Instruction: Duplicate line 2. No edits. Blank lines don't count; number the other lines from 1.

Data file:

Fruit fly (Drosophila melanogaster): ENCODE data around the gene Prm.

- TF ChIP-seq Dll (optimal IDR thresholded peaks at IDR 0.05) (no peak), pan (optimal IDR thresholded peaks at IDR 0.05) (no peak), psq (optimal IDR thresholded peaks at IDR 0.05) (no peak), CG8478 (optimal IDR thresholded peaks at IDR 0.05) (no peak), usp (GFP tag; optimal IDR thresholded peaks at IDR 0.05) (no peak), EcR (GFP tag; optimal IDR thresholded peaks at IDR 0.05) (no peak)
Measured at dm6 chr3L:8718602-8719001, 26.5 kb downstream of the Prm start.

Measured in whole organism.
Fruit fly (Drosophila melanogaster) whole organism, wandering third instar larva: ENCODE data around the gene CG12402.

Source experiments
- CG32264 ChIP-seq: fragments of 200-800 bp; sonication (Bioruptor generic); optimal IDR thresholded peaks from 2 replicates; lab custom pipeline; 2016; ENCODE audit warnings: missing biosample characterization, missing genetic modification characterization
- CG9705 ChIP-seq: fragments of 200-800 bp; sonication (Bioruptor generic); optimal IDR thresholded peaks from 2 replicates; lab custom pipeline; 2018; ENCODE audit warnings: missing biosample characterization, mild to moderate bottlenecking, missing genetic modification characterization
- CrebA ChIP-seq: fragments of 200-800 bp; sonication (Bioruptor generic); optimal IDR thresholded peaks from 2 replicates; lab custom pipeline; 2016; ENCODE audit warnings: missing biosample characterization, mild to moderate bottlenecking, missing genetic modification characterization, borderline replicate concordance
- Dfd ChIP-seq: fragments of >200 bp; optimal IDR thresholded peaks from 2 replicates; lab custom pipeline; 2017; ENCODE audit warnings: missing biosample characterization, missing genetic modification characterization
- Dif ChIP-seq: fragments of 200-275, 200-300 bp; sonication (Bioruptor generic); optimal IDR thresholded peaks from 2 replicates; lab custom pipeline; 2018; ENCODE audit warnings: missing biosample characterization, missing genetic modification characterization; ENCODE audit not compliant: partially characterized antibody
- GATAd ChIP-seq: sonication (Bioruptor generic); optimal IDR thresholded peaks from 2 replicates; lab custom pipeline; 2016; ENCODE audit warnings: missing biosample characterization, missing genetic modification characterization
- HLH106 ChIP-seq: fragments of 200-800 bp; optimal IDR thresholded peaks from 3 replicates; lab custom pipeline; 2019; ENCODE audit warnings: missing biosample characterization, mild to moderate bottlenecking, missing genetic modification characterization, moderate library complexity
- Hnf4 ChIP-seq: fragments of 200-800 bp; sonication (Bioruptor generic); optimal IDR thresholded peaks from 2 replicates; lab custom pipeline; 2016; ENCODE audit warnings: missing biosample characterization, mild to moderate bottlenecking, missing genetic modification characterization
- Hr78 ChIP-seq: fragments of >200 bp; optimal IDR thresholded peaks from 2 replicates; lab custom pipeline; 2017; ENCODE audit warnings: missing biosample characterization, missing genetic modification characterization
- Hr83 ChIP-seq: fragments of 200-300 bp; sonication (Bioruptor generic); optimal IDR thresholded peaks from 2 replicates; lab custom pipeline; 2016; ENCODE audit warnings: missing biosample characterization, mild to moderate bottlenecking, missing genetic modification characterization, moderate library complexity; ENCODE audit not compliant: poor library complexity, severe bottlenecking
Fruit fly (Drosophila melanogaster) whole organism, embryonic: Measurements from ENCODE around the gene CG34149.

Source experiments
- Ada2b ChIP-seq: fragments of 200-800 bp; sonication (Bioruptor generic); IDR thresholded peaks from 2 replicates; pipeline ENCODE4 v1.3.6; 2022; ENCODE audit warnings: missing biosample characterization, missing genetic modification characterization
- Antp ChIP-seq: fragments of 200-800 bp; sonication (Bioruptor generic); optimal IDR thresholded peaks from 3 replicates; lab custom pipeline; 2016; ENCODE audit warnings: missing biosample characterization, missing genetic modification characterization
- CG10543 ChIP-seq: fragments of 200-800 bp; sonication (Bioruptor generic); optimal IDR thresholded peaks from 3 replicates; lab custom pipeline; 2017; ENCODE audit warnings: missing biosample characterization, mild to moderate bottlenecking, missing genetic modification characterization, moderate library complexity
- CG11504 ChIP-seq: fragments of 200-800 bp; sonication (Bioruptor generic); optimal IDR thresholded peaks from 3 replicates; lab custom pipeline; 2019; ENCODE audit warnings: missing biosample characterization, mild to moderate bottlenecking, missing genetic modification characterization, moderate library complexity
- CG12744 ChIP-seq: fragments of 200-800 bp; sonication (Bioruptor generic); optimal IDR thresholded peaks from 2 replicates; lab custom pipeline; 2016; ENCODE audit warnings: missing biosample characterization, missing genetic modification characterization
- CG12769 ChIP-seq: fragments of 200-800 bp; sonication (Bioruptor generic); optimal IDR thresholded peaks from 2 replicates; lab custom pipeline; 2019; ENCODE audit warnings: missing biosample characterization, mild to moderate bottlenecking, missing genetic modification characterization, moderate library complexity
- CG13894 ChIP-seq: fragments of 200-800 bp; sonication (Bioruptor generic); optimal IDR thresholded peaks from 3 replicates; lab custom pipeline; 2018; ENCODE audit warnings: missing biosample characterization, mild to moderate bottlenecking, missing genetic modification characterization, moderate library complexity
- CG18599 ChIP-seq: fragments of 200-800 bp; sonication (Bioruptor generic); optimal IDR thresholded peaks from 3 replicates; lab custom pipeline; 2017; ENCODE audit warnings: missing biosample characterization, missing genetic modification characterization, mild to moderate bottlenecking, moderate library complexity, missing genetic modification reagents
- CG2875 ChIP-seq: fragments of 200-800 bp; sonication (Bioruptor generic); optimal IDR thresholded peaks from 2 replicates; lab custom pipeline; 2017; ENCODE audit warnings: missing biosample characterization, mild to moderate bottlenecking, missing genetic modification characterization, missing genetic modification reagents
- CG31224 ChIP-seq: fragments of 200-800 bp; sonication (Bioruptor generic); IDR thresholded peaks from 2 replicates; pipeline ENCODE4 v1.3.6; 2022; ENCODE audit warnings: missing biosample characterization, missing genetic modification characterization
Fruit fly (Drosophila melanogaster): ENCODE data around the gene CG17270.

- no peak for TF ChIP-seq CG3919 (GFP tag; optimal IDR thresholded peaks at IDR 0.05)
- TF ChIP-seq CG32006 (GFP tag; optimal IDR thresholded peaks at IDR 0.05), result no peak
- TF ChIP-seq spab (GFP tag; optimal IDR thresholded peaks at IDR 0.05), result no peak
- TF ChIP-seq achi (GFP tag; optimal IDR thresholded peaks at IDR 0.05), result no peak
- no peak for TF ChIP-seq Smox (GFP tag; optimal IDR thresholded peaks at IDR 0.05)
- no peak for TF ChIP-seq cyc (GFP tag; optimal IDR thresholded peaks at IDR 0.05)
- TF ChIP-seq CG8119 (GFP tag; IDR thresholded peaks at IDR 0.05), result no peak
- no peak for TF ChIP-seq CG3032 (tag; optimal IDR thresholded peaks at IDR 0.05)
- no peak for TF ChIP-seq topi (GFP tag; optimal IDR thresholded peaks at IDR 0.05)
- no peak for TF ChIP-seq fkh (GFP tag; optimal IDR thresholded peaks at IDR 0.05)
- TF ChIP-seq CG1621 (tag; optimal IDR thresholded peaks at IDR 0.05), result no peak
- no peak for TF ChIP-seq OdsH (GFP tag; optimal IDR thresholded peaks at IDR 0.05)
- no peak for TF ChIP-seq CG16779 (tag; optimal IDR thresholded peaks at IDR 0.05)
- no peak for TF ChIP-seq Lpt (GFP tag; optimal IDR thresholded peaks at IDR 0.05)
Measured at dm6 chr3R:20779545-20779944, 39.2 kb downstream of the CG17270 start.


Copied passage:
- TF ChIP-seq Dll (optimal IDR thresholded peaks at IDR 0.05) (no peak), pan (optimal IDR thresholded peaks at IDR 0.05) (no peak), psq (optimal IDR thresholded peaks at IDR 0.05) (no peak), CG8478 (optimal IDR thresholded peaks at IDR 0.05) (no peak), usp (GFP tag; optimal IDR thresholded peaks at IDR 0.05) (no peak), EcR (GFP tag; optimal IDR thresholded peaks at IDR 0.05) (no peak)